Astronauts finish parking space maneuver with SpaceX Dragon capsule

Because things are getting crowded on the International Space Station, the astronauts who flew up to the station on board the SpaceX Crew Dragon capsule last November had to move their ride to a new parking spot.

The four passengers who will be taking Crew Dragon Resilience back home later this month hopped into the Dragon capsule Monday morning to migrate it from one port on the ISS’s Harmony module to another.

It’s a first for NASA’s commercial crew program, but the shift from one module to another took place between 6:30 a.m. and 7:08 a.m. with NASA astronauts Michael Hopkins, Victor Glover, and Shannon Walker as well as Japan Aerospace Exploration Agency (JAXA) astronaut Soichi Noguchi all in their seats, just like they plan to be when Resilience leaves.

Before it leaves though, the next SpaceX Crew Dragon capsule is coming, slated to arrive after its launch on Thursday, April 22 from Kennedy Space Center with NASA astronauts Shane Kimbrough and Megan McArthur, JAXA astronaut Aki Hoshide, and European Space Agency astronaut Thomas Pesquet.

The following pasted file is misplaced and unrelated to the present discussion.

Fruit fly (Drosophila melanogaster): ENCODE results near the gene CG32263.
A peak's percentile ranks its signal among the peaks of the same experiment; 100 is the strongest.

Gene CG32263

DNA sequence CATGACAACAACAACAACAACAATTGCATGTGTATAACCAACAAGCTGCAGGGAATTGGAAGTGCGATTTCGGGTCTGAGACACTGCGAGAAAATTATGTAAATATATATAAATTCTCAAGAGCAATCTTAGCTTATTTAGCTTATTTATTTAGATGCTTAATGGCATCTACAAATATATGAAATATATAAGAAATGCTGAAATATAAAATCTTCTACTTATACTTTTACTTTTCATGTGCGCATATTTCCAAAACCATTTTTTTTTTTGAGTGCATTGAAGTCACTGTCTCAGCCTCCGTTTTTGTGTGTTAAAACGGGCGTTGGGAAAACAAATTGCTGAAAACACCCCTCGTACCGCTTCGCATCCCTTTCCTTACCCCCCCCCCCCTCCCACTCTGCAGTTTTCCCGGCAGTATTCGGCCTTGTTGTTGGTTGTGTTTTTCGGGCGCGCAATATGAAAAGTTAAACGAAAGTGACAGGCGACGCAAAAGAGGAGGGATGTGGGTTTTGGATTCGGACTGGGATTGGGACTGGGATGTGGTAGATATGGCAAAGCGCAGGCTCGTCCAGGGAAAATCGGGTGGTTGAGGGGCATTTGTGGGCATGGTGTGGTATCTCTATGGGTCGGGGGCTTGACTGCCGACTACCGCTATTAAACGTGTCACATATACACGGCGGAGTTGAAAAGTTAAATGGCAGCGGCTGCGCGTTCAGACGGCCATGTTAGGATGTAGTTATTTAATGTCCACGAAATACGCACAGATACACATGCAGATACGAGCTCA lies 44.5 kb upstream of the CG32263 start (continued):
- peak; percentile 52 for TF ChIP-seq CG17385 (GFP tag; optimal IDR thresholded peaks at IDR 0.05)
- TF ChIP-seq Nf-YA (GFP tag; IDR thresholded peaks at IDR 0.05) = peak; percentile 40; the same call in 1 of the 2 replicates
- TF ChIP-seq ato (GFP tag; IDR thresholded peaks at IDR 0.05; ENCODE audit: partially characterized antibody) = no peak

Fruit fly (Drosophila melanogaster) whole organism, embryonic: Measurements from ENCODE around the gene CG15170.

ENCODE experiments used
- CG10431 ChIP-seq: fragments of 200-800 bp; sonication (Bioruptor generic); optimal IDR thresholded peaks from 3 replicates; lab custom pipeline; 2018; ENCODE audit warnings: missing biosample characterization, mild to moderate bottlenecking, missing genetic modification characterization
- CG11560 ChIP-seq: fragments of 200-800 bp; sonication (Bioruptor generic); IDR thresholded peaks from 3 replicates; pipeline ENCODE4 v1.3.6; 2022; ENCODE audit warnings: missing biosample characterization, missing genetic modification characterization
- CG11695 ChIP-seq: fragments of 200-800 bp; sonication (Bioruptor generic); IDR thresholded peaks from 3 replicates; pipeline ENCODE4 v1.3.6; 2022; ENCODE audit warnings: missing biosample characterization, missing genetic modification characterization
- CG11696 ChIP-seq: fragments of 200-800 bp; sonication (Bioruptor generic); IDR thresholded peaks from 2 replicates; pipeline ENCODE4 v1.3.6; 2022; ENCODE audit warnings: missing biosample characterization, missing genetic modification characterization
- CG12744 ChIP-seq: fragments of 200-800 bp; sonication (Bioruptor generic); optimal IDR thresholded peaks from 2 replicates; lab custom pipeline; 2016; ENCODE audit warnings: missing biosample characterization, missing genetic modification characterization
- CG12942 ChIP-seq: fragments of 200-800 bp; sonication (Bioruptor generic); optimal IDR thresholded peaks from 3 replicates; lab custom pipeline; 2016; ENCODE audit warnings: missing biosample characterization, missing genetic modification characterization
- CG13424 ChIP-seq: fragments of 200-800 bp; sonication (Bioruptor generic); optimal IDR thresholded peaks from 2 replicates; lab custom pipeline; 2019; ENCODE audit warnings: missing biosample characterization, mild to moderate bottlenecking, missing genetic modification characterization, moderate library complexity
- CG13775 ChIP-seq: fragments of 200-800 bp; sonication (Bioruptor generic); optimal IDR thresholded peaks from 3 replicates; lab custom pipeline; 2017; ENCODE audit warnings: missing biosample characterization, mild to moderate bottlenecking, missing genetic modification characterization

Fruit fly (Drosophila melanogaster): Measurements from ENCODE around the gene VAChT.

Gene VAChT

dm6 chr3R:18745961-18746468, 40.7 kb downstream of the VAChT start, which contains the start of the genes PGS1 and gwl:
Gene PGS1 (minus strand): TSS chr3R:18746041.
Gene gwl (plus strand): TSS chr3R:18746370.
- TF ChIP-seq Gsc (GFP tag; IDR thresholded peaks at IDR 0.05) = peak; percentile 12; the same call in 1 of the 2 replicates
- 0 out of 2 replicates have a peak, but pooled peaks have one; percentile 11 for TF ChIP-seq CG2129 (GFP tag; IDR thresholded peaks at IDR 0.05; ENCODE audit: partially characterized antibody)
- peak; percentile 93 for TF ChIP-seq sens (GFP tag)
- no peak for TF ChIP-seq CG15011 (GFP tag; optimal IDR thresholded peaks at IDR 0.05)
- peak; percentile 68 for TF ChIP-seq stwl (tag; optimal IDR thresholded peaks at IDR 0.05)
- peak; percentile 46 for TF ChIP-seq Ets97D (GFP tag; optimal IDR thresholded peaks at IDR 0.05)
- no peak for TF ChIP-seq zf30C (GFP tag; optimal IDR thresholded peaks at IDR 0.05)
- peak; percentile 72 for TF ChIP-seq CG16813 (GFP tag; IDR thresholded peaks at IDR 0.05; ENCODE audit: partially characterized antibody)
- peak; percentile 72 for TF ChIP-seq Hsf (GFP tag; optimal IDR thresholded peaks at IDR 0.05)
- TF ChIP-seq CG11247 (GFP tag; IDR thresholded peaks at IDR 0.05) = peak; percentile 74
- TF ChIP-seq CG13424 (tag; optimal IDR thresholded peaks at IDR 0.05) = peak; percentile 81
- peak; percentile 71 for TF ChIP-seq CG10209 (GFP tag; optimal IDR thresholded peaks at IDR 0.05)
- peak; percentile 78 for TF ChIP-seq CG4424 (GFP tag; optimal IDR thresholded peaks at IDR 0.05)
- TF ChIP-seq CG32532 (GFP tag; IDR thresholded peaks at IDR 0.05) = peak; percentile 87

But why not just park the new Dragon capsule where Resilience just docked? It’s because later in summer, there’s a Dragon cargo mission coming bringing  some new solar arrays for the ISS. Those arrays will need to be extracted from the Dragon with the use of the Canadarm2, and it can only reach them if Dragon parks in that space-facing port.

So just a little shuffling was required.

Because the cargo and crew missions are getting up to full speed, it has left the other commercial crew partner, Boeing, looking for a new opportunity to fly its re-attempt of its Boeing CST-100 Starliner on an uncrewed mission to dock with the ISS. Plans were to have had it already launch to the ISS in March, but now NASA and Boeing managers are looking for an opportunity possibly in the summer

That would be followed by a crewed test flight later in 2021 before NASA signs off on it and Boeing can begin its rotation of six contracted flights to the station. SpaceX’s Crew-2 mission will be its second of its initial six contracted flights to the station.

Astronauts spend about six months on board before their return trip to Earth.


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